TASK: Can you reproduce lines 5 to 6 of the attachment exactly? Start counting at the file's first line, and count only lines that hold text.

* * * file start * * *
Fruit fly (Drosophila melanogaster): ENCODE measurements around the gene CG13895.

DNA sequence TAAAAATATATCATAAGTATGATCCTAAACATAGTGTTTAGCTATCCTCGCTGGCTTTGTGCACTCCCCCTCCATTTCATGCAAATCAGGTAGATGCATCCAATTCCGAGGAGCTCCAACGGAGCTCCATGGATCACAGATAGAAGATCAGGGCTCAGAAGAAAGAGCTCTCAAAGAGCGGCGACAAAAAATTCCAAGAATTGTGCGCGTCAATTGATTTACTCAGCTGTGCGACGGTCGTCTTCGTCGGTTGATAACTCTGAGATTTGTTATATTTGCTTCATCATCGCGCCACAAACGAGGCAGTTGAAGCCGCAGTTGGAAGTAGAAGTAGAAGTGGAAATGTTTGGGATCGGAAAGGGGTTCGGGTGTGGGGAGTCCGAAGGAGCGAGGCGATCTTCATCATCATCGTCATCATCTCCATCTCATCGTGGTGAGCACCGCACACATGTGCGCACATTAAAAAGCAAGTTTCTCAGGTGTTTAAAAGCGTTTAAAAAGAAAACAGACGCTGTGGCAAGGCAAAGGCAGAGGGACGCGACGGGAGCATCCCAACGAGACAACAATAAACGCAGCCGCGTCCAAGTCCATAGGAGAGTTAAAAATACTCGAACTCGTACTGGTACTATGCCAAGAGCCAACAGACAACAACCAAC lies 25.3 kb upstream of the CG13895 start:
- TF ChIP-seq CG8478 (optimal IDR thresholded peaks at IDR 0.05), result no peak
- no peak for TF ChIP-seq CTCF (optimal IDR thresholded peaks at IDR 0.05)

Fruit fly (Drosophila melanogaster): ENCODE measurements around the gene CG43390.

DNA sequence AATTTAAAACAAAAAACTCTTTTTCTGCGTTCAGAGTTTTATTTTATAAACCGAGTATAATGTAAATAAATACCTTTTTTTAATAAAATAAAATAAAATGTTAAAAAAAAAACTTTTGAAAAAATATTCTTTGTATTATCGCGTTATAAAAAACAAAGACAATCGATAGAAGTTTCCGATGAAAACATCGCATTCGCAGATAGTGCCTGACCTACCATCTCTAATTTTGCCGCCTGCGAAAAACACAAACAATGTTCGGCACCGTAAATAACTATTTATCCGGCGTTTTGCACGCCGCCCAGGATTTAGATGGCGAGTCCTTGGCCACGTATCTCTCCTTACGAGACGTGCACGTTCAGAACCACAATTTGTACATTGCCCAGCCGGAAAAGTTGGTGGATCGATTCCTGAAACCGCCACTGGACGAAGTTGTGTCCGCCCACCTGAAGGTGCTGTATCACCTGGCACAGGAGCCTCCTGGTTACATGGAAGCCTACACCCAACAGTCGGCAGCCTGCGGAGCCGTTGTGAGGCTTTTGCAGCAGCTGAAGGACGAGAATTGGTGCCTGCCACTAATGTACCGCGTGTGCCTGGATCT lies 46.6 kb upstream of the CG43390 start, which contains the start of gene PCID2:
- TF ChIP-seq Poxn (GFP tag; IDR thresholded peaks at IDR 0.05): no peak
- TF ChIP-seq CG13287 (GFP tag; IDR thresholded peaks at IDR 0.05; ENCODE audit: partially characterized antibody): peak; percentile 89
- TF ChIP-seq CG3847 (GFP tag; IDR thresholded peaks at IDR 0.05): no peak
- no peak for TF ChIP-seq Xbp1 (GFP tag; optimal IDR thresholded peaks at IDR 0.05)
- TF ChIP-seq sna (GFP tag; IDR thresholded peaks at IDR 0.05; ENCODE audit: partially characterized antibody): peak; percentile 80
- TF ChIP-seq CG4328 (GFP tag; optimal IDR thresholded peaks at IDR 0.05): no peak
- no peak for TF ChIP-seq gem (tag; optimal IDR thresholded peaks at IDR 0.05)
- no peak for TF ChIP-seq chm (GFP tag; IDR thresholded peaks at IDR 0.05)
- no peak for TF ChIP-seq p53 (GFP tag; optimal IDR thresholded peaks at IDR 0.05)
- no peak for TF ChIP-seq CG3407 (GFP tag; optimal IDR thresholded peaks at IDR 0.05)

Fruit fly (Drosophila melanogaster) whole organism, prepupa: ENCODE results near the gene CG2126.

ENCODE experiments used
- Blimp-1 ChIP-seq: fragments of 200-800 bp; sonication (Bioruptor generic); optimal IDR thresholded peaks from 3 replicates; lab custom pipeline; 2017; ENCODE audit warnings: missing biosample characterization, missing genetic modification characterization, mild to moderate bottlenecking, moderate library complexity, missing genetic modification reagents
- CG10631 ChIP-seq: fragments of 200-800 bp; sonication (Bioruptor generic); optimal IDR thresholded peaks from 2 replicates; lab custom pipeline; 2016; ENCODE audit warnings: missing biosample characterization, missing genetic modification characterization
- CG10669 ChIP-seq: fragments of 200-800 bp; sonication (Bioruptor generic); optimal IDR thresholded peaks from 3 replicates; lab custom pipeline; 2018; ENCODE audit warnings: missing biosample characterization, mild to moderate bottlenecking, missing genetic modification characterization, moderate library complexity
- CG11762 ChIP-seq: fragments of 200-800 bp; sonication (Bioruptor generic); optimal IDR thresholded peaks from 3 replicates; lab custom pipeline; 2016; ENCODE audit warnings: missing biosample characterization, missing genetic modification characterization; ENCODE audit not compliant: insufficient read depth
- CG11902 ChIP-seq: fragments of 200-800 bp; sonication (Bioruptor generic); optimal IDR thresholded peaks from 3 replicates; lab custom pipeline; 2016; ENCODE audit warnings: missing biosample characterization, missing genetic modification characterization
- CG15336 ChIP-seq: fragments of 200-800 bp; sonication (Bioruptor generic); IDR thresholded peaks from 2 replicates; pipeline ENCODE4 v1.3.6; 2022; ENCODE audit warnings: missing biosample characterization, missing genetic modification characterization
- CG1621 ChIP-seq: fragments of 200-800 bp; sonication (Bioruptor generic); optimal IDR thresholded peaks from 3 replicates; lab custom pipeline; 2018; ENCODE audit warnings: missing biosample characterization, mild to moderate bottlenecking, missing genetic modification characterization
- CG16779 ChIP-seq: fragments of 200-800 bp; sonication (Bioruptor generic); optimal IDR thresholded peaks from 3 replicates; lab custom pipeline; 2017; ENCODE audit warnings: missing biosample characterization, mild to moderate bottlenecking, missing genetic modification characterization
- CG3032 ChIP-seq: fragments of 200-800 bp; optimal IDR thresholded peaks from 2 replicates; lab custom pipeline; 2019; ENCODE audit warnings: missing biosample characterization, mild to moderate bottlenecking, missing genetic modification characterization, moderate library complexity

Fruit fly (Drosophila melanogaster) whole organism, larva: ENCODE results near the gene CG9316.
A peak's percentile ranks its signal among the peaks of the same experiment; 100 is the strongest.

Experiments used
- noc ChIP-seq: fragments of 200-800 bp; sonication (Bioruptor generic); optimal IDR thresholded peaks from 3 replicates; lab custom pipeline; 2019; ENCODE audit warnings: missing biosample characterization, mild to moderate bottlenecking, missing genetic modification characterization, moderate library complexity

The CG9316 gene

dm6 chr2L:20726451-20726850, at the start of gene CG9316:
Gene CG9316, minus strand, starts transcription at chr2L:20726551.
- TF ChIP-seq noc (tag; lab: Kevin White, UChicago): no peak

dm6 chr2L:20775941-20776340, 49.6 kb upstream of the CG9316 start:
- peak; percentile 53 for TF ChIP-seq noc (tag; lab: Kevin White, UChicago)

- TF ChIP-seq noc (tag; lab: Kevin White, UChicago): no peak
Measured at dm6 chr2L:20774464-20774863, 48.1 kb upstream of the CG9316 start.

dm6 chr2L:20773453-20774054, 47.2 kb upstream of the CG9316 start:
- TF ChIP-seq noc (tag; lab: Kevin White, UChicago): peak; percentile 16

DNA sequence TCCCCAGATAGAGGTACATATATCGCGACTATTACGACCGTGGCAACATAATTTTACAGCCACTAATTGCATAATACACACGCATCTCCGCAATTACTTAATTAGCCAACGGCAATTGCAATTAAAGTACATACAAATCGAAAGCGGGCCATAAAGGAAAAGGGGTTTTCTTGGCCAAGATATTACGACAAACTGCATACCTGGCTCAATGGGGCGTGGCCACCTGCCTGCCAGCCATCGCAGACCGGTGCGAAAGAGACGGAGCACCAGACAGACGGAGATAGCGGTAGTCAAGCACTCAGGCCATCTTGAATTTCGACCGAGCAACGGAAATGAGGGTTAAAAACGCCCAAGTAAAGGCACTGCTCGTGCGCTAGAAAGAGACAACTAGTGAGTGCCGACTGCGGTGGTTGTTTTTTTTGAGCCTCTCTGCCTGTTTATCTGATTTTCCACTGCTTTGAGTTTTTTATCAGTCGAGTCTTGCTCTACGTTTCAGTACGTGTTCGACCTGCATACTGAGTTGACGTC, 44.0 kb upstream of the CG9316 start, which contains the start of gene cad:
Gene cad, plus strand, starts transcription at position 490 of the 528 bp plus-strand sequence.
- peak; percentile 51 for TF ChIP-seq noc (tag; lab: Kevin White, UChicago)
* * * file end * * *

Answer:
Fruit fly (Drosophila melanogaster): ENCODE measurements around the gene CG43390.

DNA sequence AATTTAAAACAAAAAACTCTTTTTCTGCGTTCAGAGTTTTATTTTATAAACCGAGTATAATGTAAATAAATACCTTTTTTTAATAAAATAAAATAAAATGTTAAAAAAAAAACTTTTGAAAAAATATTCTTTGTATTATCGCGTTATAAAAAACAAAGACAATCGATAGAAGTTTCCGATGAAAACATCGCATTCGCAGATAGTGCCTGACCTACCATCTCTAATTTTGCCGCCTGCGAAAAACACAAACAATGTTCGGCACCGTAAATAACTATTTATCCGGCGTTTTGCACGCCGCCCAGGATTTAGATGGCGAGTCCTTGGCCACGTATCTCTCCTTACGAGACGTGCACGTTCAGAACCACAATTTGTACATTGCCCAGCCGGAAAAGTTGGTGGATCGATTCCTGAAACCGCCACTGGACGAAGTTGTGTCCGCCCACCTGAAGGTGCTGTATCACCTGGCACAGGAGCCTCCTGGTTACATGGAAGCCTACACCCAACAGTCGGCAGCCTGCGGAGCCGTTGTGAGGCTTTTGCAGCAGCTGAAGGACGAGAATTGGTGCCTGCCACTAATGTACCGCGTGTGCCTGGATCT lies 46.6 kb upstream of the CG43390 start, which contains the start of gene PCID2: